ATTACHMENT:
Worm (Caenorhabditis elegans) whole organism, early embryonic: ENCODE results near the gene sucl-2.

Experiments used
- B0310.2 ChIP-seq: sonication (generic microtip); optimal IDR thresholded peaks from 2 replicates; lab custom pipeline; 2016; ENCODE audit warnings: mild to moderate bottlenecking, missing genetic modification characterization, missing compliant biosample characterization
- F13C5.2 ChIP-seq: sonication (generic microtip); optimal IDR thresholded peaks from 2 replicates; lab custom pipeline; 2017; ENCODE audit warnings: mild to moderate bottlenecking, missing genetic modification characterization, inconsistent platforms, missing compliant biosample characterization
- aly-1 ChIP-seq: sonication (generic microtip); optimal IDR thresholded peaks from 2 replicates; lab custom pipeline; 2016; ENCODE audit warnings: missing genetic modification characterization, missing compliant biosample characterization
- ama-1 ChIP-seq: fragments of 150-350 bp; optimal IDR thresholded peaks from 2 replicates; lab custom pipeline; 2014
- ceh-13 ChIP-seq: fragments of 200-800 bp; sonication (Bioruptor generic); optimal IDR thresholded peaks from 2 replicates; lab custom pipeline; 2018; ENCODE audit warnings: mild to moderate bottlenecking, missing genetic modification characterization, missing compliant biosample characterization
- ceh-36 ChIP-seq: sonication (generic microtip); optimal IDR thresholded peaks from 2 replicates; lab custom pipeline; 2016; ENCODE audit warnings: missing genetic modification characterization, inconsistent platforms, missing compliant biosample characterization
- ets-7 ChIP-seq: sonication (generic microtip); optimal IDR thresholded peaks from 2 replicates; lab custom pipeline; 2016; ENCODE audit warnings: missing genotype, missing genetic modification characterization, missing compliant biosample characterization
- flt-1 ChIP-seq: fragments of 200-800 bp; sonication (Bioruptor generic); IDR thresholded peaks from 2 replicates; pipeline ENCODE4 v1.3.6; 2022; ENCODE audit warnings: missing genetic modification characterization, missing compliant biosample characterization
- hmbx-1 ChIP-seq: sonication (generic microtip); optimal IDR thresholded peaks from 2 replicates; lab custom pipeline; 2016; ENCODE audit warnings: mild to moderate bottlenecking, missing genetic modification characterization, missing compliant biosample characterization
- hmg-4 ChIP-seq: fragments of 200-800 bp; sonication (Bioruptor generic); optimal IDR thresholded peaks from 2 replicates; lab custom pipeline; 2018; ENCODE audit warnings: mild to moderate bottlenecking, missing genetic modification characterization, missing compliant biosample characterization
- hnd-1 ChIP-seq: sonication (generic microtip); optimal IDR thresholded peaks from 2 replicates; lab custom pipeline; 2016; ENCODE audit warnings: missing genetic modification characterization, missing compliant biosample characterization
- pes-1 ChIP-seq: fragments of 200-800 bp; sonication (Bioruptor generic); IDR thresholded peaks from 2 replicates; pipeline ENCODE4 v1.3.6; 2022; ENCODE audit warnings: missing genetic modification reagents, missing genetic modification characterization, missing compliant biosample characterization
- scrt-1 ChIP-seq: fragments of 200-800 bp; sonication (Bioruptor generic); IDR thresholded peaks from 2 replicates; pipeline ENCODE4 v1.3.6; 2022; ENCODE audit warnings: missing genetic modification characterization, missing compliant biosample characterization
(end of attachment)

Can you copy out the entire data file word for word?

Worm (Caenorhabditis elegans) whole organism, early embryonic: ENCODE results near the gene sucl-2.

Experiments used
- B0310.2 ChIP-seq: sonication (generic microtip); optimal IDR thresholded peaks from 2 replicates; lab custom pipeline; 2016; ENCODE audit warnings: mild to moderate bottlenecking, missing genetic modification characterization, missing compliant biosample characterization
- F13C5.2 ChIP-seq: sonication (generic microtip); optimal IDR thresholded peaks from 2 replicates; lab custom pipeline; 2017; ENCODE audit warnings: mild to moderate bottlenecking, missing genetic modification characterization, inconsistent platforms, missing compliant biosample characterization
- aly-1 ChIP-seq: sonication (generic microtip); optimal IDR thresholded peaks from 2 replicates; lab custom pipeline; 2016; ENCODE audit warnings: missing genetic modification characterization, missing compliant biosample characterization
- ama-1 ChIP-seq: fragments of 150-350 bp; optimal IDR thresholded peaks from 2 replicates; lab custom pipeline; 2014
- ceh-13 ChIP-seq: fragments of 200-800 bp; sonication (Bioruptor generic); optimal IDR thresholded peaks from 2 replicates; lab custom pipeline; 2018; ENCODE audit warnings: mild to moderate bottlenecking, missing genetic modification characterization, missing compliant biosample characterization
- ceh-36 ChIP-seq: sonication (generic microtip); optimal IDR thresholded peaks from 2 replicates; lab custom pipeline; 2016; ENCODE audit warnings: missing genetic modification characterization, inconsistent platforms, missing compliant biosample characterization
- ets-7 ChIP-seq: sonication (generic microtip); optimal IDR thresholded peaks from 2 replicates; lab custom pipeline; 2016; ENCODE audit warnings: missing genotype, missing genetic modification characterization, missing compliant biosample characterization
- flt-1 ChIP-seq: fragments of 200-800 bp; sonication (Bioruptor generic); IDR thresholded peaks from 2 replicates; pipeline ENCODE4 v1.3.6; 2022; ENCODE audit warnings: missing genetic modification characterization, missing compliant biosample characterization
- hmbx-1 ChIP-seq: sonication (generic microtip); optimal IDR thresholded peaks from 2 replicates; lab custom pipeline; 2016; ENCODE audit warnings: mild to moderate bottlenecking, missing genetic modification characterization, missing compliant biosample characterization
- hmg-4 ChIP-seq: fragments of 200-800 bp; sonication (Bioruptor generic); optimal IDR thresholded peaks from 2 replicates; lab custom pipeline; 2018; ENCODE audit warnings: mild to moderate bottlenecking, missing genetic modification characterization, missing compliant biosample characterization
- hnd-1 ChIP-seq: sonication (generic microtip); optimal IDR thresholded peaks from 2 replicates; lab custom pipeline; 2016; ENCODE audit warnings: missing genetic modification characterization, missing compliant biosample characterization
- pes-1 ChIP-seq: fragments of 200-800 bp; sonication (Bioruptor generic); IDR thresholded peaks from 2 replicates; pipeline ENCODE4 v1.3.6; 2022; ENCODE audit warnings: missing genetic modification reagents, missing genetic modification characterization, missing compliant biosample characterization
- scrt-1 ChIP-seq: fragments of 200-800 bp; sonication (Bioruptor generic); IDR thresholded peaks from 2 replicates; pipeline ENCODE4 v1.3.6; 2022; ENCODE audit warnings: missing genetic modification characterization, missing compliant biosample characterization